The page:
Specifications Explained: NI Multifunction I/O (MIO) DAQ

Publish Date: Oct 09, 2017 | 13 Ratings | 4.92 out of 5 | Print

Overview

The specification manuals for NI Multifunction I/O (MIO) Data Acquisition (DAQ) devices and modules provide the technical details necessary to determine or choose which DAQ device or module is best suited for your application, and as a reference to validate device or module performance during system development. This document provides definitions of the terminology used, in a glossary format, to illustrate the importance and relevance of each specification.

Table of Contents

  1. Introduction
  2. Understanding Specification Terminology
  3. Analog Subsystem Specifications
  4. Digital Subsystem Specifications
  5. Counter Specifications
  6. Other Specifications
  7. Additional Resources

1. Introduction

This guide is broken up into the same sections as most NI specifications manuals. Terms and definitions below are listed in alphabetical order and may occur in a different order in the specification manuals. This guide exclusively applies to 60xx, 61xx, 62xx, and 63xx families (formerly B, E, S, M, and X Series) MIO DAQ devices and modules. Other NI product families such as cDAQ and cRIO Chassis and Controllers, 91xx, 92xx, 94xx C Series Modules, Multifunction RIO 78xx R Series, Digital Multimeters, Scopes/Digitizers and other instruments may use different terminology or methods to derive specifications and as such, this guide should not be used as a reference for devices and modules other than those in the MIO DAQ family.

This guide will use the NI 6361 and NI 6363 devices as references throughout. If you'd like to follow along with these device specifications, you can do so by following this link: NI 6361 and NI 6363 Specifications.


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2. Understanding Specification Terminology

First, it is important to note the categorical difference between various specifications. NI defines the capabilities and performance of its Test & Measurement instruments as either Specifications, Typical Specifications, and Characteristic or Supplemental Specifications. See your devices' specifications manual for more details on which specifications are warranted or typical.

  • Specifications characterize the warranted performance of the instrument within the recommended calibration interval and under the stated operating conditions.
  • Typical Specifications are specifications met by the majority of the instruments within the recommended calibration interval and under the stated operating conditions. Typical specifications are not warranted.
  • Characteristic or Supplemental Specifications describe basic functions and attributes of the instrument established by design or during development and not evaluated during Verification or Adjustment. They provide information that is relevant for the adequate use of the instrument that is not included in the previous definitions.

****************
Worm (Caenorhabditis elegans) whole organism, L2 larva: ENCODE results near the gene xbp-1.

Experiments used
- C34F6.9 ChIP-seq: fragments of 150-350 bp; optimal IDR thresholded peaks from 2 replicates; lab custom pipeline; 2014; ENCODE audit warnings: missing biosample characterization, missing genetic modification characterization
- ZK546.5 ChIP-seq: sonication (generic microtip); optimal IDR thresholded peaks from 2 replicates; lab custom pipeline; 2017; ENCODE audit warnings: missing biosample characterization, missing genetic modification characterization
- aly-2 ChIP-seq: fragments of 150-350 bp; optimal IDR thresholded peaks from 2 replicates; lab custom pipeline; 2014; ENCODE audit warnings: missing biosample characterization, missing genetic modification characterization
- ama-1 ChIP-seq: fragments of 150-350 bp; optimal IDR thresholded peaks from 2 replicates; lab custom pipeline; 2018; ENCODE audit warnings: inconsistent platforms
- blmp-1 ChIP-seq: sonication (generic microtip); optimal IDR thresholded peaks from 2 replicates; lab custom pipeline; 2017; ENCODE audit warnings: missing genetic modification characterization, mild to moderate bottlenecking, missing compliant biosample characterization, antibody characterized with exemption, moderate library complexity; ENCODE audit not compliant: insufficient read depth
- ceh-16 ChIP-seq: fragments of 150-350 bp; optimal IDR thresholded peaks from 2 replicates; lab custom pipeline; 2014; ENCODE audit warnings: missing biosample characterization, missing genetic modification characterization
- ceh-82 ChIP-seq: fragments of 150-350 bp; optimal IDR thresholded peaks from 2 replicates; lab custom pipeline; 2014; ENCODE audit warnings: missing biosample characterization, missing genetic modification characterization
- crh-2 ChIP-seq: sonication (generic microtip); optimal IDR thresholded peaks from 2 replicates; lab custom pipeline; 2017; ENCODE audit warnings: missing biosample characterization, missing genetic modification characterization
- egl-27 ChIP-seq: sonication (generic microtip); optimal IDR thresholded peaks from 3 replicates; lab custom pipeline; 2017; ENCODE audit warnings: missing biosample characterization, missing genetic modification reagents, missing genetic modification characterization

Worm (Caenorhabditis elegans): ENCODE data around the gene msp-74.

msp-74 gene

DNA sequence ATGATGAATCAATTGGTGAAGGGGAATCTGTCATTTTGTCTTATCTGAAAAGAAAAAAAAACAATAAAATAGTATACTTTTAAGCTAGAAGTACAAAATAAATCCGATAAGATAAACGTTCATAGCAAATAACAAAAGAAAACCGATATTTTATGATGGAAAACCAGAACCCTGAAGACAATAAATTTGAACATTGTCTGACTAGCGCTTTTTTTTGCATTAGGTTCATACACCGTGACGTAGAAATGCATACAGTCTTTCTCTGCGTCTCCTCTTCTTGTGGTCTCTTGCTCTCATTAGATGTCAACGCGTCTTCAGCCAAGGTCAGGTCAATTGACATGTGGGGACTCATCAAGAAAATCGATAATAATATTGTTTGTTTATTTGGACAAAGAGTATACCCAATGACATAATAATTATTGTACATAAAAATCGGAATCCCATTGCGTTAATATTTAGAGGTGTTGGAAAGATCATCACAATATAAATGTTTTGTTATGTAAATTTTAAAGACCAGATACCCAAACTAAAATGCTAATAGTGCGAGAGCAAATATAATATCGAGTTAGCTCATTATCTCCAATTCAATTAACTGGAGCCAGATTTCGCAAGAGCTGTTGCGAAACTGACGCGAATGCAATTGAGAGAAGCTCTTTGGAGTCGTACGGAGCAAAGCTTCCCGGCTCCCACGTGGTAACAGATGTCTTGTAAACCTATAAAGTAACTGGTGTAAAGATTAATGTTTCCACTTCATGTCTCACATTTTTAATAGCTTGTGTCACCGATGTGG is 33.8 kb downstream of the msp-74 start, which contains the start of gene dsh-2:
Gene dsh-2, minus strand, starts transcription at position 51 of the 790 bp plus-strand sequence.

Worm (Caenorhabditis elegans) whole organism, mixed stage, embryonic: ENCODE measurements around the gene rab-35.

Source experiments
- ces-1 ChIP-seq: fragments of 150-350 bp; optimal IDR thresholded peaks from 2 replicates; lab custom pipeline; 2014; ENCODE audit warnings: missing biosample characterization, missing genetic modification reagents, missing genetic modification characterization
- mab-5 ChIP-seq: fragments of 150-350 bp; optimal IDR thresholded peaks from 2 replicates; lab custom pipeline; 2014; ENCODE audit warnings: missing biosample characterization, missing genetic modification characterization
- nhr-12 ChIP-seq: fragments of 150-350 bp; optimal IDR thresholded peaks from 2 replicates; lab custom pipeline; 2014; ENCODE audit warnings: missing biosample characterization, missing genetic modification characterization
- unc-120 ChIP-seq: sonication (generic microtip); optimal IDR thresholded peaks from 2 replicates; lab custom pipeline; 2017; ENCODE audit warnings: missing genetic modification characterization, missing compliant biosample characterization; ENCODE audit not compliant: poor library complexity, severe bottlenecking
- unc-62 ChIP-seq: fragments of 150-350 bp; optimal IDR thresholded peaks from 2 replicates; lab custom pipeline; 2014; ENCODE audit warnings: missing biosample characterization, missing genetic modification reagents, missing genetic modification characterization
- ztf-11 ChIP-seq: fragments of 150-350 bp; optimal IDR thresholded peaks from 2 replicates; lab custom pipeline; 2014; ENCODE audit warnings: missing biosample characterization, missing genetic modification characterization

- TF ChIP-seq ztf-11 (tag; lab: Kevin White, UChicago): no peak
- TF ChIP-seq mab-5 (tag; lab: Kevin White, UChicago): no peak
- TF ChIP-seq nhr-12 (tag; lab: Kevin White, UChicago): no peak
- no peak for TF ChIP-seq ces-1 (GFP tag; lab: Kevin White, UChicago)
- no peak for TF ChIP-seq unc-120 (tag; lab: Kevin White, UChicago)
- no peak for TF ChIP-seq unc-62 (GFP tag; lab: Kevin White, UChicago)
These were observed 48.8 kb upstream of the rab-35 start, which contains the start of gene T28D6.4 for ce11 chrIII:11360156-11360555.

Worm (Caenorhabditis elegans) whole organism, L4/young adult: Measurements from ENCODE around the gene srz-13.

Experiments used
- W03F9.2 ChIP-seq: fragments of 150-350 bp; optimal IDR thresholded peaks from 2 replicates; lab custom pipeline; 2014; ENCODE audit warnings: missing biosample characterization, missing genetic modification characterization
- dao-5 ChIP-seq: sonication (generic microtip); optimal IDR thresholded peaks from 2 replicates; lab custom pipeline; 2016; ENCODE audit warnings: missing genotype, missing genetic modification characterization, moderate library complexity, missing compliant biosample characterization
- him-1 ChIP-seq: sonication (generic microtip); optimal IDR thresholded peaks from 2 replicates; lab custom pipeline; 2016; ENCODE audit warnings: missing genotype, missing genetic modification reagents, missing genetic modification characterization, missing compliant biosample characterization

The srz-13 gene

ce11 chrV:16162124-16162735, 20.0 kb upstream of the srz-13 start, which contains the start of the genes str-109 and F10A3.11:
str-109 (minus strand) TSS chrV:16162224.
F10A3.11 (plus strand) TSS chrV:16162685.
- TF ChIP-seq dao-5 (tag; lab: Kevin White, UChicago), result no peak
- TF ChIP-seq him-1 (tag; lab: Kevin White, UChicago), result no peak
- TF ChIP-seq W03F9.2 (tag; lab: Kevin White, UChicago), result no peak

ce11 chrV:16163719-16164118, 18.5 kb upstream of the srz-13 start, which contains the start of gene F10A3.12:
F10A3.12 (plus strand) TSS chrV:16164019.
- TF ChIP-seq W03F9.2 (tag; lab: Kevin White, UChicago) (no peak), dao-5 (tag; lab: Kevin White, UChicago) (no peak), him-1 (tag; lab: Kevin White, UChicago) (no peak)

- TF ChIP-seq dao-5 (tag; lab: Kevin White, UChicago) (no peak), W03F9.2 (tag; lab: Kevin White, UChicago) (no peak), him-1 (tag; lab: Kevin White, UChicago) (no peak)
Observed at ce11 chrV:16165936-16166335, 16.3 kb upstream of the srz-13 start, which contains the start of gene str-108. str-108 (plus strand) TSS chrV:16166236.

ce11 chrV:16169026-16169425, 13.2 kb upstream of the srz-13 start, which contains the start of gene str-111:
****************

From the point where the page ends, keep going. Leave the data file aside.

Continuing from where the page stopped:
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3. Analog Subsystem Specifications

NI MIO DAQ devices and modules may have analog input, analog output, or a mix of both systems. There are specifications unique to each subsystem, but also some specifications which apply to both. This section is organized in three sections to cover the common specifications, analog input specific, and analog output specific.

Analog Input and Analog Output

Absolute Accuracy at Full Scale

Accuracy refers to how close to the correct value of a measurement is. Absolute Accuracy at Full Scale is a calculated theoretical accuracy assuming the value being measured is the maximum voltage supported in a given range. The accuracy of a measurement will change as the measurement changes, so to be able to make a comparison between devices, the accuracy at full scale is used. Note that absolute accuracy at full scale makes assumptions about environment variables, such as 25 °C operating temperature, that may be different in practice.

  • Nominal Range Positive Full Scale—The ideal maximum positive value that can be measured in a particular range
  • Nominal Range Negative Full Scale—The ideal maximum negative value that can be measured in a particular range
  • Residual Gain Error—Gain error inherent to the instrumentation amplifier and is known to exist after a self-calibration
  • Gain Tempco—The temperature coefficient that describes how temperature impacts the gain of the amplifier compared to the temperature at last self-calibration
  • Residual Offset Error—Offset error inherent to the instrumentation amplifier and is known to exist after a self-calibration
  • Reference Tempco—The temperature coefficient that describes how accurate a measurement is at a specific temperature compared to the temperature at last external calibration
  • INL Error (relative accuracy resolution)—The maximum deviation from the voltage output of an ADC to the ideal output. Can be thought of as worst case DNL. See also: DNL
  • Offset Tempco—The temperature coefficient that describes how temperature affects the offset in an ADC conversion compared to the temperature at last self-calibration
  • Random/System Noise—Additional system noise generated by the analog front end, measured by grounding the input channel